The mayor economic pillars of the world economy that means  China, EU and US should develop a common understanding of basic rules and principles of economic cooperation to assure the future of an open and globalized economy. When an American Administration follows a unilateral policy focusing on “ my nation first ", the EU and China should deal to demonstrate that there is a multilateral alternative to the renationalization of economic relations.

Q: How do you see the future of EU-China relations and what are the important areas of cooperation?

Stahl: The EU and China have since 1975 diplomatic relations and agreed in 2003 to a comprehensive strategic partnership. Since than regular expert meetings and annual EU-China summits take place to implement this agreement. The partnership includes an annual dialog on numerous areas like foreign and security policy, economy, trade, financial markets, competition policy, research and innovation. This cooperation created already some positive results, as can be seen in the common support of the Iran Nuclear Deal against American opposition.
Compared to US-China relations the EU-China cooperation has one advantage. The EU sees China as an important partner and also as an economic competitor but not as a geopolitical rival.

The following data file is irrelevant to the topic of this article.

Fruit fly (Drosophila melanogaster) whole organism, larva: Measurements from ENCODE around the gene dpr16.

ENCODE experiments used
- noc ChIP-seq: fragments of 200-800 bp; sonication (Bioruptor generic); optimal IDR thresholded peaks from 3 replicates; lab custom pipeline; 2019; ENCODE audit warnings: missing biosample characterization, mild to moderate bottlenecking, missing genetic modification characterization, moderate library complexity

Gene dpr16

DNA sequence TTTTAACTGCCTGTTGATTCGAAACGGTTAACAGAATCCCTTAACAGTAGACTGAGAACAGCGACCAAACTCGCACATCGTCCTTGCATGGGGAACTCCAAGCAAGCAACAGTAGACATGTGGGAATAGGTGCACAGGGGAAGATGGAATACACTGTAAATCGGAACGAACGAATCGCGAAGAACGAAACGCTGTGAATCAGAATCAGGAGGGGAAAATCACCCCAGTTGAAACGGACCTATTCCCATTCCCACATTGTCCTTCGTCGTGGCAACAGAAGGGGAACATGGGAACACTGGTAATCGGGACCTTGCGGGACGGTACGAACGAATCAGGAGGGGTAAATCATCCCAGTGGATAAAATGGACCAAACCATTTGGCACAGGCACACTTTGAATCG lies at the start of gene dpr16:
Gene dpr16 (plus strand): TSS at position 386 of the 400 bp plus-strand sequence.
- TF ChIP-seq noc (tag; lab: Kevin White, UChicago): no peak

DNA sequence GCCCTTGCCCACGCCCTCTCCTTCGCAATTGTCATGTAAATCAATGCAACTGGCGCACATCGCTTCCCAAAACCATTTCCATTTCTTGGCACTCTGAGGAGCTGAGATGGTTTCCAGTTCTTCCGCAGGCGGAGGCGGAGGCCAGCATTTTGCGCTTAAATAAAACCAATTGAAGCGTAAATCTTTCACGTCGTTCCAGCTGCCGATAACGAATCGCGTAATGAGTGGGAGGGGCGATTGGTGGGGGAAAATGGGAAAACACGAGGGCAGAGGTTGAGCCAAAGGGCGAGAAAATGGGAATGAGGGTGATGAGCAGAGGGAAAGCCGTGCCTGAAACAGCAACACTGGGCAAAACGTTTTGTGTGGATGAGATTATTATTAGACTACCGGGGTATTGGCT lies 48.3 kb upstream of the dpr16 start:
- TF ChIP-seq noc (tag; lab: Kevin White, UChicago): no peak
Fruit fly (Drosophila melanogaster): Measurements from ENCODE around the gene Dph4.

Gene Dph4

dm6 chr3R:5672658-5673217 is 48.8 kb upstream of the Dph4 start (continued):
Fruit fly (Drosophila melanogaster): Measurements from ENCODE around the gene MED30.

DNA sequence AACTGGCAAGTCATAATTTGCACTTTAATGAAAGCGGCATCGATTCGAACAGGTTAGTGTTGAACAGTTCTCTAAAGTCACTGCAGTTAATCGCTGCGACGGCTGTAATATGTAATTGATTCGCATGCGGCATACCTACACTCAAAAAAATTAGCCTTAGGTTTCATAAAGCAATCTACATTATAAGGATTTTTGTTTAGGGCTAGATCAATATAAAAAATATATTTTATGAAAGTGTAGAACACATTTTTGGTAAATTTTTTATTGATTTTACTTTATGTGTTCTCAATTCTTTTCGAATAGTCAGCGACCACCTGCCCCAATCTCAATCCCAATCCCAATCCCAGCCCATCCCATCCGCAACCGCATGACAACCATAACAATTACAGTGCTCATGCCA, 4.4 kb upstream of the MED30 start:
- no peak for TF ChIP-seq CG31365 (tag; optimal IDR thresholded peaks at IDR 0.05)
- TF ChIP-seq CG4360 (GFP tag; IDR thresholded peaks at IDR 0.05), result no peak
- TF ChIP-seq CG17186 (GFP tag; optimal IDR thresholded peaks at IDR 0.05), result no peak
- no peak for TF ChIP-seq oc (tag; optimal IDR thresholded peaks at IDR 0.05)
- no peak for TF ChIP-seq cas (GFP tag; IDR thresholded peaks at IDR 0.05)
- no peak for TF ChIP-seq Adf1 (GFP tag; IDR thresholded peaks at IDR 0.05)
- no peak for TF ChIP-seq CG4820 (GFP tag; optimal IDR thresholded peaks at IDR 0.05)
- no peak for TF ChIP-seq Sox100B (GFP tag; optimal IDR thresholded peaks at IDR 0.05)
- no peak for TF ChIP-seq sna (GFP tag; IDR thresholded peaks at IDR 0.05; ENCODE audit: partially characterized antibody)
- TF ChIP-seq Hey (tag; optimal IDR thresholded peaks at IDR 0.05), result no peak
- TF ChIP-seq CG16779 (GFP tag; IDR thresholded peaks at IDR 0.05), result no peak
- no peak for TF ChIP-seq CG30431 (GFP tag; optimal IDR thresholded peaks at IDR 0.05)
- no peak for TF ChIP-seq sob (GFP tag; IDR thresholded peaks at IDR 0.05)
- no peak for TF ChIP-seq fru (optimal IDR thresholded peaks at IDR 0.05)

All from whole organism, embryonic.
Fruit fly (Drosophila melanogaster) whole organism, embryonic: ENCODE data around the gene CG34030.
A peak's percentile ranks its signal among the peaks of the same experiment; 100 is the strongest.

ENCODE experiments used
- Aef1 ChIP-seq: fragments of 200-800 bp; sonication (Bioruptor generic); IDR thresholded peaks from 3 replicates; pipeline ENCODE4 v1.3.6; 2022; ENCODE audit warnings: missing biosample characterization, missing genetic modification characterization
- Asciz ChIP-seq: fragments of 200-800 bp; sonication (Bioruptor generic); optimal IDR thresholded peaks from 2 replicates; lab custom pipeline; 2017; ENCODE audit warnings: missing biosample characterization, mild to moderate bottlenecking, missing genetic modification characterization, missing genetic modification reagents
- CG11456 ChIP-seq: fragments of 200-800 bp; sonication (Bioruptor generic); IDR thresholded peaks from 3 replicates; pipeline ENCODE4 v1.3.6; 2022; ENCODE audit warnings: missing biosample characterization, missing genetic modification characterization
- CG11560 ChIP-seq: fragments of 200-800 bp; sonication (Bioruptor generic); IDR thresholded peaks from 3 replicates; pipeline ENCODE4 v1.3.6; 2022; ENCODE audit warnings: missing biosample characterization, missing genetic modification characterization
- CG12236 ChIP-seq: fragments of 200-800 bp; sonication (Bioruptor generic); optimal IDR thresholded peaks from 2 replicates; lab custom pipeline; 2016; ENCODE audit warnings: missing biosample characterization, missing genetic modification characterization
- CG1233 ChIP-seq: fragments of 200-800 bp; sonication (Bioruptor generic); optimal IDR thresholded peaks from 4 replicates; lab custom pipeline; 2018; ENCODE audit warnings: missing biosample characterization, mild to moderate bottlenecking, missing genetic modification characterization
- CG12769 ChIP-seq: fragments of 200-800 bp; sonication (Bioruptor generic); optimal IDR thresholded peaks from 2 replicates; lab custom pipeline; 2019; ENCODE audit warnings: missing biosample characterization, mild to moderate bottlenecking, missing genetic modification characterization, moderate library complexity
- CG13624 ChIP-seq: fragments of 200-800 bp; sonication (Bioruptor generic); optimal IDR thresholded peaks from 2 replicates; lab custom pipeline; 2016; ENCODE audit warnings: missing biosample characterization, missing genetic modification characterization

The EU-China partnership should be intensified to prepare answers to important common challenges. I would like to give some ideas concerning two priorities:
  • Measures against climate change
 A sustainable economic model has to be developed, in the words of Chinese leadership: an ecological civilization has to be built.  Without fundamental changes in the economy, global warming will have dramatic effects on the ecosystems, biodiversity and human livelihoods. The fight against climate change cannot succeed by national measures alone, a coordinated international policy is needed. The EU was a frontrunner in climate policy and environmental legislation. It established e.g. the first big international CO2 emission-trading scheme to reduce Greenhouse gases. China is also committed to an ambitious environmental policy. This could be seen by China’s signing of the Paris Climate agreement of December 2015. Also the last G20 meeting on the 28th and 29th of June 2016 confirmed China’s engagement by supporting together with the European countries the commitment to an ecological paradigm shift. The US which have withdrawn their support to the Paris agreement also objected to this commitment in the G20 Osaka declaration.
Cooperation to fight climate change should address very concrete measures.  Best practices can be exchanged between European and Chinese experts about sustainable city planning, public transport, circular economy and waste disposal, energy saving and green energy. I can tell you based on my experience that there are already very interesting exchanges between Chinese and European cities and regions on these issues.